The Jacob Marley column: A very ingenious plan

April 9th, 2015, Published in Articles: Energize

Sir

My spirits were lifted recently when acquaintances of mine told me about a Very Ingenious Plan (VIP) to reform the electricity supply industry in this country. My acquaintances are not at liberty to divulge their sources, of course, but they claim they are impeccable. Indeed, they say, the evidence for the success of the VIP is already here for all to see.

First thing I must explain, if you’ll indulge me Sir, is that it takes time and effort to change large,  deeply entrenched and once successful enterprises with long histories and even stronger traditions. There is no business school strategy nor colour of the ocean that does the trick. Rather, it is often a confluence of ideas, changes in technology and the right moment that brings it all together under the right leadership. It requires the right climate, so to speak. That is what the VIP is all about.

That is probably the reason, Sir, why we did not all rush out to install solar panels on our roofs and change our cars to hybrids when we heard about climate change. Even Copenhagen could not make us do that, for the time was not ripe and economics were in the way.  Antagonists argued at the time that it was cheaper to put up more coal-fired stations, or even nuclear ones, if you could persuade someone else to finance and put them up at their own cost and risk.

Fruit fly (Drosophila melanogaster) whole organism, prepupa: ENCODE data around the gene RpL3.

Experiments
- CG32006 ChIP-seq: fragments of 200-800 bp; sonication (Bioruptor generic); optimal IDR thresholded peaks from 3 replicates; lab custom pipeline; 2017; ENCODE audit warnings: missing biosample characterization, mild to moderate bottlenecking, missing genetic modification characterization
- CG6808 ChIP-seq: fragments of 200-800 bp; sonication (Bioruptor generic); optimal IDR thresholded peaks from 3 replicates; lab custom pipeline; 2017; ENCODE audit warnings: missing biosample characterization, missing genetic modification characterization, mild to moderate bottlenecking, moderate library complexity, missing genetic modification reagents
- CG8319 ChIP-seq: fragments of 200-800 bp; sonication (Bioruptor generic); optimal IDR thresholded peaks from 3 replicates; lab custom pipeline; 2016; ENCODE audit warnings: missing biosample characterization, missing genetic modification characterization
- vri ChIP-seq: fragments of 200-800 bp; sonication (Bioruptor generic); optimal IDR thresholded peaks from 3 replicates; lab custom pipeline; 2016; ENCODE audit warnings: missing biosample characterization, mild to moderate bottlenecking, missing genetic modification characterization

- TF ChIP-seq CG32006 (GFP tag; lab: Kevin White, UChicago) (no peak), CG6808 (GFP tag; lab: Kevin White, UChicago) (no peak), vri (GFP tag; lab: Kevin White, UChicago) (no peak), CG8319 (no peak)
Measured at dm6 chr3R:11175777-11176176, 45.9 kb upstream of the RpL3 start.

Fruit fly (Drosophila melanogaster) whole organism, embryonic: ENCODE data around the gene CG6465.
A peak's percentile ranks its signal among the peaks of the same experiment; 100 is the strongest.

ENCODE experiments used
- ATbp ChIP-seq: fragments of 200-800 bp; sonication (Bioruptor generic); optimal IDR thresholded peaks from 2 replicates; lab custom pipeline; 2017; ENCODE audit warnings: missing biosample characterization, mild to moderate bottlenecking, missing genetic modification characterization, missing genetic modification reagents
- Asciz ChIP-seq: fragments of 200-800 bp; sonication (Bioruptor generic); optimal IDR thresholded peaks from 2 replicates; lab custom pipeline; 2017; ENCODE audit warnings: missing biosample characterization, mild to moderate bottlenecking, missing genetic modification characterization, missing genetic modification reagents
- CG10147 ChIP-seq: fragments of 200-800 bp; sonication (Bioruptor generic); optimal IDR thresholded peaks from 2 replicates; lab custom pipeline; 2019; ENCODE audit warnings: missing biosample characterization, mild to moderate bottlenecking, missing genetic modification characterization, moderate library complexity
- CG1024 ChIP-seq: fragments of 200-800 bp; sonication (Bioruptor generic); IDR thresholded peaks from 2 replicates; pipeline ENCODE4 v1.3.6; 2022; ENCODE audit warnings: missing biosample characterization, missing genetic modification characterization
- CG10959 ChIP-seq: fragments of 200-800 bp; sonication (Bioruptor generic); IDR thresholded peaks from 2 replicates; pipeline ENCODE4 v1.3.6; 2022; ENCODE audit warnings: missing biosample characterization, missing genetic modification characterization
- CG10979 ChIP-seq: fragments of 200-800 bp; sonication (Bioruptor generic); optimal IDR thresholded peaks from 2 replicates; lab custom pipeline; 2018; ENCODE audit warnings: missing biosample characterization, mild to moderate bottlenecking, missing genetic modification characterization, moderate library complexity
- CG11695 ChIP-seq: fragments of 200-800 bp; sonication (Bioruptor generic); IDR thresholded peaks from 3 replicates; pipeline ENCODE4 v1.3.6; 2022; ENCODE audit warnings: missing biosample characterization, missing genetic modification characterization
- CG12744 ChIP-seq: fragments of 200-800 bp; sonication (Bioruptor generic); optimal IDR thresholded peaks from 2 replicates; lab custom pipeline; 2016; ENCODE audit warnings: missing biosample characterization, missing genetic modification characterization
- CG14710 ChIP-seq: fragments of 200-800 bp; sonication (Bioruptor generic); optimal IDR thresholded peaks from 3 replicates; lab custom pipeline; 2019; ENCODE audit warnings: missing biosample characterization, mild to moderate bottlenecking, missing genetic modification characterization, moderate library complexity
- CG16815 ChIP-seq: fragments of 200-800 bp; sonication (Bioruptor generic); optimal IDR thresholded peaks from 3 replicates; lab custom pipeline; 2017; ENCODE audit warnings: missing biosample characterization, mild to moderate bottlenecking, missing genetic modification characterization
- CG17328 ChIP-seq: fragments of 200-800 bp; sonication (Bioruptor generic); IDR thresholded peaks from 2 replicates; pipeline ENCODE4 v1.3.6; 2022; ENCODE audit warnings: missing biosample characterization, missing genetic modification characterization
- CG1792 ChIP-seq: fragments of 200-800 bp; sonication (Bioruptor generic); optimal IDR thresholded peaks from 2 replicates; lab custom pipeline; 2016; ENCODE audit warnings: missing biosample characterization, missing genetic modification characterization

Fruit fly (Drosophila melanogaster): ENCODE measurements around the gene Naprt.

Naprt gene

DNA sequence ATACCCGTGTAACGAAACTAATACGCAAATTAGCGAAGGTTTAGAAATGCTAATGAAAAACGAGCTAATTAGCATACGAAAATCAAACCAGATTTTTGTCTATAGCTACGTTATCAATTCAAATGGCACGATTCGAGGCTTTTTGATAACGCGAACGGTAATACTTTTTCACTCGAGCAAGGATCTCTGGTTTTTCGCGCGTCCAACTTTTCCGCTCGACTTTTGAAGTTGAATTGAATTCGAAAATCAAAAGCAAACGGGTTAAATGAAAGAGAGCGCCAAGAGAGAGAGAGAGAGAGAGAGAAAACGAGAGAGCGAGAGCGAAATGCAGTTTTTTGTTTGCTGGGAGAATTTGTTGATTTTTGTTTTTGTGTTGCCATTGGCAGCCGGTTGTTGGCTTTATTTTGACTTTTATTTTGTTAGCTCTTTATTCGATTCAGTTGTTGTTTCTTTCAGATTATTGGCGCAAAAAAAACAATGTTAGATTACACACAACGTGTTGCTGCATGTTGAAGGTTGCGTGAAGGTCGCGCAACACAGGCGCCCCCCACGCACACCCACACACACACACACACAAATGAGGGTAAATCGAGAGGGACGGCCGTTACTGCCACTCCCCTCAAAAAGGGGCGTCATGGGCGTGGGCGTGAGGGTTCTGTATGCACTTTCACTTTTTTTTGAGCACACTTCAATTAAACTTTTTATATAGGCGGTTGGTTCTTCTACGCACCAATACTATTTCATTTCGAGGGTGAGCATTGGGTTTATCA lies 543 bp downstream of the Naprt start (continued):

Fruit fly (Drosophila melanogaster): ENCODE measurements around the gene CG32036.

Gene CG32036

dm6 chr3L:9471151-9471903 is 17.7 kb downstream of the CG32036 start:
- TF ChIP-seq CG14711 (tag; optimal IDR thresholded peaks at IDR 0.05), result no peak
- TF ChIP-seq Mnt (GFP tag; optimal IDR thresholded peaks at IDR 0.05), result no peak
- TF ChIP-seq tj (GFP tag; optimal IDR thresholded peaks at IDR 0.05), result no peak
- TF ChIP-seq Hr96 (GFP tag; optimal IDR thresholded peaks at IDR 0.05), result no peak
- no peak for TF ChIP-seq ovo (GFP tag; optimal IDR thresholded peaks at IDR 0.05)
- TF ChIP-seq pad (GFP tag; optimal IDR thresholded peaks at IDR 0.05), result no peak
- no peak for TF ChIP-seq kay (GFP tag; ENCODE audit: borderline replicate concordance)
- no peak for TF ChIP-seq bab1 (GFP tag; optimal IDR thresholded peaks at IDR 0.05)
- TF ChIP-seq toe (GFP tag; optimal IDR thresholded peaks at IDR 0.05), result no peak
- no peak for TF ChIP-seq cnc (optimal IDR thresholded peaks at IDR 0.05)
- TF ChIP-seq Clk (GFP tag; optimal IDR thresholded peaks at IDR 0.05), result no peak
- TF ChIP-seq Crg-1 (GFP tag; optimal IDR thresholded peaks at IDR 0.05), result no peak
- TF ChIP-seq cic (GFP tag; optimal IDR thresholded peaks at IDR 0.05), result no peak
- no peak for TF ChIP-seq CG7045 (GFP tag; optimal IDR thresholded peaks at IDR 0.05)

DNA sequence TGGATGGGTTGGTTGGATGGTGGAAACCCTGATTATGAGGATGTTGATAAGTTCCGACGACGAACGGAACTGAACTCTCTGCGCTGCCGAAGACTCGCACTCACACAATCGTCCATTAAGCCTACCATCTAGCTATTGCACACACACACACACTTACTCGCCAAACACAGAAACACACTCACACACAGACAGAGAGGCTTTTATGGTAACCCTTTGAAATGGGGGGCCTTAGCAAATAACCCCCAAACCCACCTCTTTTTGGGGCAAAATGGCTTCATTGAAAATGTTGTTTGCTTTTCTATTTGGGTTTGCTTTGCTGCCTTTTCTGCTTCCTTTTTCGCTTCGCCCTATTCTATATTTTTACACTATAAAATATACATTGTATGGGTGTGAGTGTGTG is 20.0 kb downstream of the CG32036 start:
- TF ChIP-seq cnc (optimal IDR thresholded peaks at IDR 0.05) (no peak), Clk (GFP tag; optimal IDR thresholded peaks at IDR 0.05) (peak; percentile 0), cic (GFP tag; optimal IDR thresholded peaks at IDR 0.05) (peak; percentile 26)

Secondly, it is natural for people to put off decisions until they absolutely have to. Why buy new socks if there is someone who will darn the old ones for you? Why buy a new car when the old one is still clunking along fine? Why worry about water when there is plenty coming out the tap? Why worry about electricity while the lights are – mostly – on at the flick of a switch?
So the first goal of the VIP, as I understand it, is to create the right climate for advancing the case for change. The most powerful way to do this is, it was judged, was to enlist the entire industry’s help.  A bold start was made in 2006, unfortunately in the Western Cape, so nobody took much notice. But this was soon escalated, and a real opportunity came in January 2008, when heavy rains flooded the coal feed to key power stations in Mpumalanga. It was dark for hours on end and calls for industry reform started flooding in at last.
Unfortunately it was a bit of a false start. In spite of the spike in generator and inverter sales and a few start-up solar and wind initiatives, nothing much happened beyond talking. Because we could surely not jeopardize our status as a World Cup country, the VIP next suffered a further temporary setback because the lights refused to go out for long enough to really get the message across. But the VIP is robust enough to weather a few storms.
Then Eskom launched a valiant effort to get things going. As turmoil from the top rippled through the organisation, it affected several vital functions like operations, maintenance and procurement. The rating agencies came to the table by cutting onerous ratings. It was as if war had been declared. Gallant customers strode into the breach with their well-worn wallets and added to the pressure for change. The front broadened rapidly as old positions crumbled and dwindled.